But the damage won't be limited to Wall Street and its investors. For if we've learned one thing in the past 20 years, it is that what happens on financial markets, in booms and in busts, can have a big impact on the rest of the economy.

 Without the billions of dollars flowing each year to financiers and corporate executives, there will be less money to trickle down to car salesmen, yacht makers, real estate agents, third-home builders and busboys at luxury resorts.

  Falling stock prices will cause companies to reduce their hiring and capital spending while governments will be forced to raise taxes or reduce services, as revenue from capital gains taxes declines. And the combination of reduced wealth and higher interest rates will finally cause consumers to pull back on their debt-financed consumption.

 It happened after the junk-bond and savings-and-loan collapses of the late 1980s. It happened after the tech and telecom bust of the late '90s. And it will happen this time. The recent decline in home prices and the meltdown in the market for subprime mortgages are the first signs that the air is coming out of the credit bubble.

  Already, those factors have shaved half a percentage point off the economic growth rate. And you can be sure that there will be a much larger impact on jobs and incomes from a broad decline in stock and bond prices, a sharp tightening of credit and the turmoil that both of those will create in the murky derivatives markets.

 Steven Pearlstein will host a Web discussion today  at 11 a.m. at washingtonpost.com. He can be reached atpearlsteins@washpost.com.


重掲  [584] 6月13日は米国経済の崩壊を正式に認めた日らしい 投稿者:会員番号1259 投稿日:2007/06/16(Sat) 23:49:53

会員番号1259です。 以下の記事は、米ワシントン・ポスト紙の記事を参考にして書かれたものです。

カナダ「グローバル・リサーチ」から転載します。

(転載開始)

It's Official: The Crash of the U.S. Economy has begun

「米国経済の崩壊が始まった」

by Richard C. Cook

Global Research, June 14, 2007


 It’s official. Mark your calendars. The crash of the U.S. economy has begun.

 It was announced the morning of Wednesday, June 13, 2007, by economic writers Steven Pearlstein and Robert Samuelson in the pages of the Washington Post, one of the foremost house organs of the U.S. monetary elite.

 これは公式なものだ。カレンダーに印を入れてくれ。米国経済の崩壊が始まったのだ。それは2007年6月13日(水)の朝、米ワシントン・ポスト紙の経済記者のスティーブン・パールステインとロバート・サミュエルソンである。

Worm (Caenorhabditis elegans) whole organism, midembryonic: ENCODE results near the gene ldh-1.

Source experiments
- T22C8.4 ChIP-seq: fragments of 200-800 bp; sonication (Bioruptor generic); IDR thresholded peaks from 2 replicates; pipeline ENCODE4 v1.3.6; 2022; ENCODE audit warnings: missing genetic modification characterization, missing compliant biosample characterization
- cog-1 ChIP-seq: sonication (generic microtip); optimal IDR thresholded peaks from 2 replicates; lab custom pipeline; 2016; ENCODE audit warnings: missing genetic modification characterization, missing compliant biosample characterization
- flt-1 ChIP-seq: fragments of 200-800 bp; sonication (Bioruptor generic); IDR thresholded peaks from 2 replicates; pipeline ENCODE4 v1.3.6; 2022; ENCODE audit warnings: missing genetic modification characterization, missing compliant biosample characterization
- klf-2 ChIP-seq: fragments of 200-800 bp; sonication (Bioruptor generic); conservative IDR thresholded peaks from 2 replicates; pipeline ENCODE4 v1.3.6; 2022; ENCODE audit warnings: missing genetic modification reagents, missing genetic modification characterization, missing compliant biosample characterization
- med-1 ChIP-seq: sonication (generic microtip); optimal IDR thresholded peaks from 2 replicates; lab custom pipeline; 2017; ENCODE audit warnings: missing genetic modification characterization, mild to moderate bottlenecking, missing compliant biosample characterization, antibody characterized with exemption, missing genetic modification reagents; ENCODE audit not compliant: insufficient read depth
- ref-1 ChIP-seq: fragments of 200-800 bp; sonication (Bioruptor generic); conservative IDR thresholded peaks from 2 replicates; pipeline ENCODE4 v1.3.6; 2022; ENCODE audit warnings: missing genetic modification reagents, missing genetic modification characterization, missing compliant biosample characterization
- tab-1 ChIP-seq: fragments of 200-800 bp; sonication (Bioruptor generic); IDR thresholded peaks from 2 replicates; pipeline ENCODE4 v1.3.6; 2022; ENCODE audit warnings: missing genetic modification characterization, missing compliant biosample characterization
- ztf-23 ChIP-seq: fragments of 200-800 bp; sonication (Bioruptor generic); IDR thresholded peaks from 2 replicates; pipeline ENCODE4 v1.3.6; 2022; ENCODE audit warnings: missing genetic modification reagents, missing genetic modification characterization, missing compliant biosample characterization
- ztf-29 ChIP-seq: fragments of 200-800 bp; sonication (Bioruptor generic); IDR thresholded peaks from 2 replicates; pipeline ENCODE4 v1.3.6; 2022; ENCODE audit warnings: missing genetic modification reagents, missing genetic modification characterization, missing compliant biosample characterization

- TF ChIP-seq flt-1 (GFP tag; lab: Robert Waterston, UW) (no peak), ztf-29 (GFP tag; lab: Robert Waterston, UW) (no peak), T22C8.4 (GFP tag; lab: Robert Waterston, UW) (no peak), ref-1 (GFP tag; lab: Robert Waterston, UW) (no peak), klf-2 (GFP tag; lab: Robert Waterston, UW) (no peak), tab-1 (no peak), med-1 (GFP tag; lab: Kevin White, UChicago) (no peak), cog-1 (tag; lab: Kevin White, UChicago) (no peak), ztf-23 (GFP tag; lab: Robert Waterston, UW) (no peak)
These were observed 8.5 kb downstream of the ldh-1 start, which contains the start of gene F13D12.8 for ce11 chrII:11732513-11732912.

Pearlstein’s column was titled, “The Takeover Boom, About to Go Bust” and concerned the extraordinary amount of debt vs. operating profits of companies currently subject to leveraged buyouts.

 スティーブン・パールステインのコラム記事の題名は「企業買収ブーム、破滅へ」つまり大規模な赤字 VS. レバレッジド・バイアウトの対象となった会社 の 営業利益に関してである。

 In language remarkably alarmist for the usually ultra-bland pages of the Post, Pearlstein wrote, “It is impossible to predict when the magic moment will be reached and everyone finally realizes that the prices being paid for these companies, and the debt taken on to support the acquisitions, are unsustainable. When that happens, it won't be pretty.

  Across the board, stock prices and company valuations will fall. Banks will announce painful write-offs, some hedge funds will close their doors, and private-equity funds will report disappointing returns. Some companies will be forced into bankruptcy or restructuring.”

 Further, “Falling stock prices will cause companies to reduce their hiring and capital spending while governments will be forced to raise taxes or reduce services, as revenue from capital gains taxes declines.

 And the combination of reduced wealth and higher interest rates will finally cause consumers to pull back on their debt-financed consumption. It happened after the junk-bond and savings-and-loan collapses of the late 1980s. It happened after the tech and telecom bust of the late '90s. And it will happen this time.”

 Samuelson’s column, “The End of Cheap Credit,” left the door slightly ajar in case the collapse is not quite so severe. He wrote of rising interest rates, “As the price of money increases, borrowing and the economy might weaken. The deep slump in housing could worsen. We could also discover that the long period of cheap credit has left a nasty residue.”

 Other writers with less prestigious platforms than the Post have been talking about an approaching financial bust for a couple of years. Among them has been economist